• Bigpapa360 - September 11, 2008 2:42 a.m.

    I think there is a line of ethics that we all run into. I guess that comes down to wether you think that art should be free or if it should have to be paid for. I personally think that art should be free, as long as the original artist is given credit.
  • tyler_14_420 - September 11, 2008 2:29 a.m.

    Although I have pirated my share of music and (occasionally) a movie (which I don't usually even end up watching X_X), games are different. If I enjoy the game, I buy it. If I don't enjoy it, I usually will delete it (to save space on my 260gb hard drive). Most games have online features that only work if you buy it anyways. It's really more of a demo-kinda thing for me rather than "HA I pirated your game and you get no money now." The only reason this argument comes up is because the big companies will complain and in the end the little guy will get scared. Sure, Piracy isn't the most ethical thing but it might actually HELP the economy. It'll push developers to make their games have better online features AND to keep the cost down so that the average person can afford it. As long as Piracy doesn't become overly rampant, I don't see it as a problem. Also, With probaly atleast a million people downloading RIGHT NOW I don't see it slowing down anytime soon. Don't be drastic, just be calm and think of the gamers. Is the spore DRM really right? EA is doing the right thing but in the wrong way. Don't harm the gamers or make a great game worse. Find creative ways to solve the problem. (Don't sue me EA!)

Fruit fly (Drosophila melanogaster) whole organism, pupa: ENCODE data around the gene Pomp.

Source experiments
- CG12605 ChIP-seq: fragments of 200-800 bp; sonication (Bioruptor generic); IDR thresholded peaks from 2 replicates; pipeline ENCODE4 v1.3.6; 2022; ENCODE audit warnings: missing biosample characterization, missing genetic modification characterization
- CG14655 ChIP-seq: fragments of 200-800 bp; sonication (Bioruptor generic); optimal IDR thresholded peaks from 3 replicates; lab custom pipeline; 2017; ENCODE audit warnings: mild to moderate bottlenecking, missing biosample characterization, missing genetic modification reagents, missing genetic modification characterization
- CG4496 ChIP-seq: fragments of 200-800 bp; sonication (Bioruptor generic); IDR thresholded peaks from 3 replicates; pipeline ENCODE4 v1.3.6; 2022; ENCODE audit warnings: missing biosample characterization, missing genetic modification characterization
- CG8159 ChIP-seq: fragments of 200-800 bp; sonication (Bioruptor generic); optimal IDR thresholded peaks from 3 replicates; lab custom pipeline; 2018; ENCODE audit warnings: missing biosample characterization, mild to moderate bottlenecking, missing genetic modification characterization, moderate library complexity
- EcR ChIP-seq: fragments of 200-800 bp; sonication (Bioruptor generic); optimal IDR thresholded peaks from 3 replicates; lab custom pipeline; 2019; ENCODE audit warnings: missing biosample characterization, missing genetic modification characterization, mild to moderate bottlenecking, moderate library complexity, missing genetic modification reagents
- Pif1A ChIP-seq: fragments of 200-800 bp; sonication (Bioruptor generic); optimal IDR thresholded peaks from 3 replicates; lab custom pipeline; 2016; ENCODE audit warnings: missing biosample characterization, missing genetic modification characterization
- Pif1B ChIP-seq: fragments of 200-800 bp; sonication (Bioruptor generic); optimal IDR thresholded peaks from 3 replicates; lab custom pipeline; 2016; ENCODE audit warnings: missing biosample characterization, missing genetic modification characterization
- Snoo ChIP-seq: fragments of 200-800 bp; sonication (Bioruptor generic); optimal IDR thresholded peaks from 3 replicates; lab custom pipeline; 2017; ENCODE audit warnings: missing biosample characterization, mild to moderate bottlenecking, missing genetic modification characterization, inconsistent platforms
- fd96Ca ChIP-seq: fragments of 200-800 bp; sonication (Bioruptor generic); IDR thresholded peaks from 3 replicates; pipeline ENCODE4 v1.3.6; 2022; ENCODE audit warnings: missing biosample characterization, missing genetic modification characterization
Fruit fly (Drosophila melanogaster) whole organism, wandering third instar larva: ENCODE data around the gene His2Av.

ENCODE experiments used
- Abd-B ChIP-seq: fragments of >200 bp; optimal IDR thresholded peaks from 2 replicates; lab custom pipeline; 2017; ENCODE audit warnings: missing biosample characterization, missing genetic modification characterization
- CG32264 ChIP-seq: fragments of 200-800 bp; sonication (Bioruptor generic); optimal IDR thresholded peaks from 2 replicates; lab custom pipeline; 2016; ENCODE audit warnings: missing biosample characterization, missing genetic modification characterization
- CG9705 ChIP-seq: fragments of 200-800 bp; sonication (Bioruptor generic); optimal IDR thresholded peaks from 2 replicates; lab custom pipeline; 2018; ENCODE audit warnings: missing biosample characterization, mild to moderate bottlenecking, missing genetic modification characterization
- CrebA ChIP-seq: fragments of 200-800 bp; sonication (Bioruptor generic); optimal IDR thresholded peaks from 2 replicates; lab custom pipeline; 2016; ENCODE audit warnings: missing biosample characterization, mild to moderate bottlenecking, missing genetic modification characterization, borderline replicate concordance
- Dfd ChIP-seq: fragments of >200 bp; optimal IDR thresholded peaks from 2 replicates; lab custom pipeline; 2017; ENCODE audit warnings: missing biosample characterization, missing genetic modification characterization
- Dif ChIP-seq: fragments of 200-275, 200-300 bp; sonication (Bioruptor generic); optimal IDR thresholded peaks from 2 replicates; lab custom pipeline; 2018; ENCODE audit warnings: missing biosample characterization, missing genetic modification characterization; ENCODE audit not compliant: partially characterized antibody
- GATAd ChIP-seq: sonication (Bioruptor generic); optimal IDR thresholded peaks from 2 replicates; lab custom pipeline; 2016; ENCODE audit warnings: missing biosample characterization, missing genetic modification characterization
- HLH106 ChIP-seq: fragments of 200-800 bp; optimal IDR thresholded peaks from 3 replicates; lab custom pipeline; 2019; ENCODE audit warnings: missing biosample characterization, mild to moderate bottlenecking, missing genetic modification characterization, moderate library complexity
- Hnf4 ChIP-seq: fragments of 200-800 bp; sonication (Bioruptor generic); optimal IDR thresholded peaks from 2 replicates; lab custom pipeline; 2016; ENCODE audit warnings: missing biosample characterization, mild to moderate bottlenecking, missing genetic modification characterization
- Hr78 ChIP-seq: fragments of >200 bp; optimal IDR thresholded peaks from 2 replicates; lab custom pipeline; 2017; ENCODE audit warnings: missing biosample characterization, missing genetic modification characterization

• N8ture - September 11, 2008 1:22 a.m.